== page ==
The Way We Work
December 16, 2013 by Amy Sept

What tools keep a blog rolling forward, week after week—even year after year? No two blogs are alike, but after working together for more than two years, the oDesk blog team thought we'd share some of our hits and misses from editorial management tools we've used.

Our core team of three people works across different time zones and has varying availability: Jenna Weiner works at oDesk HQ full time as content marketing manager and the blog’s editor-in-chief, while Julia Camenish and I are solo professionals who also have other clients and commitments.

To keep all of us on the same page, our editorial calendar and management system needs to provide a quick and easy way to track:

  • the upcoming blog schedule
  • posts to be written by our team (versus guest posts and other contributions)
  • the topic of each post to be written, ideally with a brief outline
  • due date, and (to a lesser extent) publication date
  • the author of each post
  • current status (i.e. where in our workflow it is)

We also need a system that is accessible to everyone and easy to use. We’re tech-savvy people, but can’t put the blog in limbo while we tackle a steep learning curve.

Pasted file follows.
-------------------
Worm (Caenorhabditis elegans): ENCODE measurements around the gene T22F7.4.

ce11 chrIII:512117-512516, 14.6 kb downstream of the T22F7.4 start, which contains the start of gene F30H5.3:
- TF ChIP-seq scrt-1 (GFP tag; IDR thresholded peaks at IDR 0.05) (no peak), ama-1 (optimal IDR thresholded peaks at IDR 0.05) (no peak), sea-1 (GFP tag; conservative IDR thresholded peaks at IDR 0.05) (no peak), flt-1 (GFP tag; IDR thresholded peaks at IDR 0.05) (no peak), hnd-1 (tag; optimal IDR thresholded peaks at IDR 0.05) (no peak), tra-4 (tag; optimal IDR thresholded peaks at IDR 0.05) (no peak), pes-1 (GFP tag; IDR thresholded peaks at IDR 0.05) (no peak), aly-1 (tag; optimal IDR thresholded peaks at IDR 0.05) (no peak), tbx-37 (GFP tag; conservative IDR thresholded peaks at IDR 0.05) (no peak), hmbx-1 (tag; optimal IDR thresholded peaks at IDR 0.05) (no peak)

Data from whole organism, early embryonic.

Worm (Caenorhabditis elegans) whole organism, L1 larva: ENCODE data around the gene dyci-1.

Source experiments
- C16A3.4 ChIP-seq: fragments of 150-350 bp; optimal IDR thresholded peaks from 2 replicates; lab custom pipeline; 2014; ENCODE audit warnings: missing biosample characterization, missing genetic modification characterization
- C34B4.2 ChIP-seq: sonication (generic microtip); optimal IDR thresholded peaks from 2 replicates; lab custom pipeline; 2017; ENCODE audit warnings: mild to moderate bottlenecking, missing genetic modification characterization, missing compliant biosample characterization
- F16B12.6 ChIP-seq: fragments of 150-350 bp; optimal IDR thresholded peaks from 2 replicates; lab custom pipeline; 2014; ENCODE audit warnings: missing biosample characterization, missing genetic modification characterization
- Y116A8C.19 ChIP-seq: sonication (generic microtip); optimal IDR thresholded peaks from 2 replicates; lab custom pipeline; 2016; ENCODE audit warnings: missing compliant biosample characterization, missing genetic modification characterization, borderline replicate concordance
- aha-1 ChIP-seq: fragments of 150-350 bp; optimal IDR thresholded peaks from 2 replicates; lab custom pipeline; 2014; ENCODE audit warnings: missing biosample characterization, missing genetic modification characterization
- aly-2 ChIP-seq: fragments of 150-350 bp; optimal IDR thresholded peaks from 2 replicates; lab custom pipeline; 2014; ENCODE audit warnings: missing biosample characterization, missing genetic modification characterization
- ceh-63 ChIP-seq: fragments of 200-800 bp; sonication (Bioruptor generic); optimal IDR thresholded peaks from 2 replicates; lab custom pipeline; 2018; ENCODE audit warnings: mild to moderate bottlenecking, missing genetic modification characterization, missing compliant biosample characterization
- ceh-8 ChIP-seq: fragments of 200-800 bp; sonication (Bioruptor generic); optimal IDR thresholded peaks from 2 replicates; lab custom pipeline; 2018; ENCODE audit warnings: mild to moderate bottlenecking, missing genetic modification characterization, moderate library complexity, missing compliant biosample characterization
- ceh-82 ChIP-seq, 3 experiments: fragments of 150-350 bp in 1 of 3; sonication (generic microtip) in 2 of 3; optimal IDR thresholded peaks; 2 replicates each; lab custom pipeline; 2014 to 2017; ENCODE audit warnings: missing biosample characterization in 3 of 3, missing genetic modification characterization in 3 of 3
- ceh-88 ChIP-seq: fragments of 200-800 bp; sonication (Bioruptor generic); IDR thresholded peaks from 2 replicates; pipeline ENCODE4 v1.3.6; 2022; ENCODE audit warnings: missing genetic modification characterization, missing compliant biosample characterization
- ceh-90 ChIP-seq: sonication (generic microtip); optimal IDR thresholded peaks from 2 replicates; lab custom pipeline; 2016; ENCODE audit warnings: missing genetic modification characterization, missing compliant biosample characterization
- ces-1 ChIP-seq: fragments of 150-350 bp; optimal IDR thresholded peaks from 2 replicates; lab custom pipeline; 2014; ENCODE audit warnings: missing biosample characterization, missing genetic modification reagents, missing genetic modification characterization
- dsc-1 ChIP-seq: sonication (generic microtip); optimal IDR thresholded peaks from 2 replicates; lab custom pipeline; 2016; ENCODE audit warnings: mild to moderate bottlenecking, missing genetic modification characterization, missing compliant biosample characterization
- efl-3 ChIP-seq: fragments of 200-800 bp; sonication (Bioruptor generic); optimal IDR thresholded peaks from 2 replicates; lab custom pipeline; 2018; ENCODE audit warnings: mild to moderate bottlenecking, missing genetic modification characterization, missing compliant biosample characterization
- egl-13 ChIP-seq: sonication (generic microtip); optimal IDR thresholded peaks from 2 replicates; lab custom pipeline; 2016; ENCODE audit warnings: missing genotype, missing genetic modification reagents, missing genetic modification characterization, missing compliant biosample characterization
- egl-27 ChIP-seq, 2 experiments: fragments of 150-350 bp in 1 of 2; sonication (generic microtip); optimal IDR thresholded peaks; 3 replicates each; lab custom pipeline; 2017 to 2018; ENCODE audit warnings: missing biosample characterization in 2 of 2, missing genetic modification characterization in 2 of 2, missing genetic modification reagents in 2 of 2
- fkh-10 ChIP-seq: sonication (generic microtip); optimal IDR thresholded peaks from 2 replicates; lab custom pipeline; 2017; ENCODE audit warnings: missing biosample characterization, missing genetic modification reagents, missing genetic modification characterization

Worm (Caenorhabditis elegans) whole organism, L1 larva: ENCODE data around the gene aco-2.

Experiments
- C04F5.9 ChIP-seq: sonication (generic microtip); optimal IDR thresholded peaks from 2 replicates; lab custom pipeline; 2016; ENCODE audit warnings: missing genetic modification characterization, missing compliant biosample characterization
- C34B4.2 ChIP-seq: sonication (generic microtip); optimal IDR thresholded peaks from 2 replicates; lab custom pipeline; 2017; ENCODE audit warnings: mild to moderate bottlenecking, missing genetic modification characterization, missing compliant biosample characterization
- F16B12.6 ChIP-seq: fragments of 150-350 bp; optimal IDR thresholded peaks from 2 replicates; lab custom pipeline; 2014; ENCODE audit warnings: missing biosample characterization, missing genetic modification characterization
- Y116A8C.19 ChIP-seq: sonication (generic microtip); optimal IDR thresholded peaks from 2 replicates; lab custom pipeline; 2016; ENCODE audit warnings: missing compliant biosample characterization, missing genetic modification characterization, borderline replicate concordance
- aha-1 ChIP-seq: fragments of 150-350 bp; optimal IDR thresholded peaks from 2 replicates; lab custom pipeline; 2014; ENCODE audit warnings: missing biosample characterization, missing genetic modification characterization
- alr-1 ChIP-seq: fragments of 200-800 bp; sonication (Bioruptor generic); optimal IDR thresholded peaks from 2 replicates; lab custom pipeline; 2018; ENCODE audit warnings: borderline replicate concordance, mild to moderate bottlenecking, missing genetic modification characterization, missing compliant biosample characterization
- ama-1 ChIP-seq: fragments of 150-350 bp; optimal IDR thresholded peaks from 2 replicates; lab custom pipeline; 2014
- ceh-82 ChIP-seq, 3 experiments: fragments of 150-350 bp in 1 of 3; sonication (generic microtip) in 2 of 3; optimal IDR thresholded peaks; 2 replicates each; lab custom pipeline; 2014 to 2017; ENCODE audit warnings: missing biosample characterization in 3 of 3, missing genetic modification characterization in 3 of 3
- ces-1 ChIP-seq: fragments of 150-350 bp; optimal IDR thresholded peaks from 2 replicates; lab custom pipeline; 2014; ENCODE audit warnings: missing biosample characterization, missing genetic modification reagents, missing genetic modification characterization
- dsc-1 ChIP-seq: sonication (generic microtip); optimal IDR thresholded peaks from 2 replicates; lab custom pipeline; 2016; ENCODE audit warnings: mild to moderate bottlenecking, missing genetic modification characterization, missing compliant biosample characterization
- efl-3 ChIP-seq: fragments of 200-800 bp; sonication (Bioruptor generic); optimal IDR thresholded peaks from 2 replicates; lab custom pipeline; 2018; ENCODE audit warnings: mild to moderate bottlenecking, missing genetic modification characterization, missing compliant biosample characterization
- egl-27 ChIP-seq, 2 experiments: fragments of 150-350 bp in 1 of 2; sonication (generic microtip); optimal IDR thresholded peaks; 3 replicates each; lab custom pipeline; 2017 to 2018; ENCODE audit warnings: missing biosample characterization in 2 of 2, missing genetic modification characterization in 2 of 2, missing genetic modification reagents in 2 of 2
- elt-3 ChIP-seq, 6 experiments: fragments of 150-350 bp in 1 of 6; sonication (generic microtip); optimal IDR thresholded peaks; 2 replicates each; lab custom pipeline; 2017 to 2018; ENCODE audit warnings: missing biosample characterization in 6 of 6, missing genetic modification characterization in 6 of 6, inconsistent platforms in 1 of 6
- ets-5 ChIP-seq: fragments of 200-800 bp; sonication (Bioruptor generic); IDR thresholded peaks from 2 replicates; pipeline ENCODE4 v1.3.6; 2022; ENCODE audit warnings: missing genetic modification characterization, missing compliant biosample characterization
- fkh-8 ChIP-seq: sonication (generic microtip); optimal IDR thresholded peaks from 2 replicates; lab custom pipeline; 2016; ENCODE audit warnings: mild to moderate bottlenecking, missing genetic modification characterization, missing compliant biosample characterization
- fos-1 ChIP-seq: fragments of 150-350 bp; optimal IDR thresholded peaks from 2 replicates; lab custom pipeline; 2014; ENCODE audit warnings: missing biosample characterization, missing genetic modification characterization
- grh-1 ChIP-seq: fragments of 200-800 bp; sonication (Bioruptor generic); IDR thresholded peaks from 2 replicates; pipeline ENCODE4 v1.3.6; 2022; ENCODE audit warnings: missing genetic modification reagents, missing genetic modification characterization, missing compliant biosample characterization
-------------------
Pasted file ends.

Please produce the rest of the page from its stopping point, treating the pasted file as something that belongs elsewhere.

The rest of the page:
Truthfully, we're still experimenting—and realizing that even the smoothest system has its hiccups.

Phase 1: Who doesn't love a spreadsheet?

Our first editorial management system was as unflashy as you can get: a multi-tab spreadsheet shared via Google Documents. One tab showed a day-by-day publishing schedule, the other listed all upcoming posts—both pending and actively in progress.

In some ways, this system was ideal:

  • all the information was in one spot
  • we could all access and update the file
  • the spreadsheet could be sorted to suit individual needs: by deadline, topic, author, etc.

Eventually, however, the system started to fall apart. Maintenance wasn’t impossible or even particularly difficult—something I think is true of a lot of systems. However, it wasn't efficient.